I really wish I’d been born with a pretty face

The Yomiuri Shimbun

Dear Troubleshooter:

I’m a 16-year-old girl, and I always wonder why I wasn’t born pretty.

I’ve been called ugly since I was a kid. I took an entrance exam for junior high school, and after going to an all-girls school, no one called me ugly anymore.

But then I started wondering what people must think about me, and it takes me back to the horrible things people used to tell me when I was little.

I know it’s not a good idea to compare myself to others, but when I see a girl who’s smart and pretty, I’m miserable, and I keep wondering why I was born like this. If I get a seat on a train, the person next to me might feel uncomfortable sitting next to me, so I try not to sit down.

I know this kind of thinking isn’t healthy. Some might say I should just take up something to improve myself and find something I like to do, but it’s not that simple. What should I do?


Dear Ms. C:

I can’t deny that pretty women have advantages in society. I can understand you are not convinced about the idea of self-improvement, either.

I learned about French women’s makeup skills and found them helpful, so let me introduce them to you. It is said French women do not cover their facial flaws. On the contrary, they apply makeup in a way to emphasize their flaws as well as the good parts of their faces, giving them distinctive and chic features. This helps them feel unique, and distinct from other women.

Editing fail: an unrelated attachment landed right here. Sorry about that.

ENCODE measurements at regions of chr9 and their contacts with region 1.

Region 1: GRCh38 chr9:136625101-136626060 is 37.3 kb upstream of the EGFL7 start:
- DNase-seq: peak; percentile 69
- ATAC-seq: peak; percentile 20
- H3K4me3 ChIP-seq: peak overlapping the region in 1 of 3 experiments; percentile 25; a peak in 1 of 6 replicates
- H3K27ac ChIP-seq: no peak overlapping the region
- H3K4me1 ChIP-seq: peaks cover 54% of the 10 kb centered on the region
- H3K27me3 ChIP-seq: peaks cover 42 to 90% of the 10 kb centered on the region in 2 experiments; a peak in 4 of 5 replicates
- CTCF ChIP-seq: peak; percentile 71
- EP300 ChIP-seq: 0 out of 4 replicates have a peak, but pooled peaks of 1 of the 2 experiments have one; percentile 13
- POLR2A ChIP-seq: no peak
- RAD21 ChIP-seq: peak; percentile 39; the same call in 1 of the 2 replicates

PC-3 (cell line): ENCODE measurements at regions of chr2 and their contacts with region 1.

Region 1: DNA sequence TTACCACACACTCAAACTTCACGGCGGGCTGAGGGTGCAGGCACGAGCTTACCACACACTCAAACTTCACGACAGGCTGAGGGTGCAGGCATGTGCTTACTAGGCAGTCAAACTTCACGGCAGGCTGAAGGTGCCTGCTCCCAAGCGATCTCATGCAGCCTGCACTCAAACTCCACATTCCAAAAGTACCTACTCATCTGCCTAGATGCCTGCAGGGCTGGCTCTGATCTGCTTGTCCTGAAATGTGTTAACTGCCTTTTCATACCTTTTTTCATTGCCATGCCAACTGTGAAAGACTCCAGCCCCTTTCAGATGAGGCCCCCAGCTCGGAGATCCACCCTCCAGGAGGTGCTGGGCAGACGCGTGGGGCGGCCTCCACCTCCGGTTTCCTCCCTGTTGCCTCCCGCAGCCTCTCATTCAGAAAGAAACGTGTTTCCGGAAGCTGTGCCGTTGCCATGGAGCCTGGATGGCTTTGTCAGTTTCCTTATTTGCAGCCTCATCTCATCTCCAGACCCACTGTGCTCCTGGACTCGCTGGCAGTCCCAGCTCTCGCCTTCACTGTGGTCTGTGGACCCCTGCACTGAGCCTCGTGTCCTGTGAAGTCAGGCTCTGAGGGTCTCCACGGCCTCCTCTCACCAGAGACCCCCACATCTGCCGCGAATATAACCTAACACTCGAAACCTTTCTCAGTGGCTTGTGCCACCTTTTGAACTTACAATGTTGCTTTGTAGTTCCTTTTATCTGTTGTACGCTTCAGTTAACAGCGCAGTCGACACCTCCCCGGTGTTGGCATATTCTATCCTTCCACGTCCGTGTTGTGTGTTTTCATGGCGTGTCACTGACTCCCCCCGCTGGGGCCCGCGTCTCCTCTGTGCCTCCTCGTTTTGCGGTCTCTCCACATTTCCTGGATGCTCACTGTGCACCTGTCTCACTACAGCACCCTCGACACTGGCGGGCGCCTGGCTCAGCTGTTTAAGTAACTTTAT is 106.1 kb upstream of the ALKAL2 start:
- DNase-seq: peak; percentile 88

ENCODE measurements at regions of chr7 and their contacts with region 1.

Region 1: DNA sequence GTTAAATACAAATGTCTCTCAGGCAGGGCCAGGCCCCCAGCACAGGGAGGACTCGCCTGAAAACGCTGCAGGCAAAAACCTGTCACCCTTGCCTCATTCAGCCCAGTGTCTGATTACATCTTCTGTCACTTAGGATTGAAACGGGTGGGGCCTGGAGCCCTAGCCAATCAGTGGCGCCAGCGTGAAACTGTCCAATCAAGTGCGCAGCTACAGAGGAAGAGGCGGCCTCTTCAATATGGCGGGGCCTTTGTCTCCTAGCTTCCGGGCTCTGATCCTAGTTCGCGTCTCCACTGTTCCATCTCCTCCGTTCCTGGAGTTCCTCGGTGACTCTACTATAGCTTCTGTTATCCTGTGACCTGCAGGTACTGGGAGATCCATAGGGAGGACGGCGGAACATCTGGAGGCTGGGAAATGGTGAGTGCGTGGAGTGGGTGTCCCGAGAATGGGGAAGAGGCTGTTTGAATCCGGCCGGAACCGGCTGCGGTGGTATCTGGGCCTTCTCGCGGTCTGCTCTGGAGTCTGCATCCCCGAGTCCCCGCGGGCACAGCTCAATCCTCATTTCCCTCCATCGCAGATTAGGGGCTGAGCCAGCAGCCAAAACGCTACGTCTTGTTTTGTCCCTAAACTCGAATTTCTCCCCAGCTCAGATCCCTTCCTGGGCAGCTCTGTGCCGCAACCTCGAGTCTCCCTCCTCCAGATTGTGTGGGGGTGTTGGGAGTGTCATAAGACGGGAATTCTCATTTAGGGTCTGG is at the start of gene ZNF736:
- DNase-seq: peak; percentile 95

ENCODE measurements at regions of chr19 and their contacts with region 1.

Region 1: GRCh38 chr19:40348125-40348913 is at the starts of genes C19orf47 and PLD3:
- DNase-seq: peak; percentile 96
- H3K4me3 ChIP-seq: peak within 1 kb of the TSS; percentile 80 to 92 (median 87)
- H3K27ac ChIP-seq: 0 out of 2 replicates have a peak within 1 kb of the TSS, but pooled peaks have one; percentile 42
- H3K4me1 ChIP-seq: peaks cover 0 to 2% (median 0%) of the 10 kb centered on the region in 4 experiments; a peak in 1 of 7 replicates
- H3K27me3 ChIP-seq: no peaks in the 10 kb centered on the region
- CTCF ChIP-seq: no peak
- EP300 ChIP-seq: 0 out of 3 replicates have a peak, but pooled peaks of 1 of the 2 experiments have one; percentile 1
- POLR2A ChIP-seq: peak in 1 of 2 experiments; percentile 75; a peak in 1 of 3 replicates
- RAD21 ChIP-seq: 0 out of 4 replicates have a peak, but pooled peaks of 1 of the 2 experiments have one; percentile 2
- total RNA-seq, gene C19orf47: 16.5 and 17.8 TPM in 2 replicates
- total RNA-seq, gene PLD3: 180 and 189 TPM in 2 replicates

This is quite different from the general makeup approach by Japanese women. It seems to me that pursuing one’s own originality — instead of average beauty like everyone else does — has much in common with a way of life.

One more thing I would like to add is that human beauty is an expression. There is nothing like the beauty of a human being when they are focused on something and devoted to it to the point that their mind is totally cleared of distractions.

If you were not born with a pleasant face, you must have the individuality and the will to concentrate to make yourself shine.

I was called short and fat in elementary and junior high school, so I always think about individuality and the will to concentrate. People who don’t have a pretty face or a nice figure must strive to find the few good things that they do have and make the most of them.

If you do that, your individuality will begin to shine, and you and others will stop caring about your face.

— Junko Umihara, psychiatrist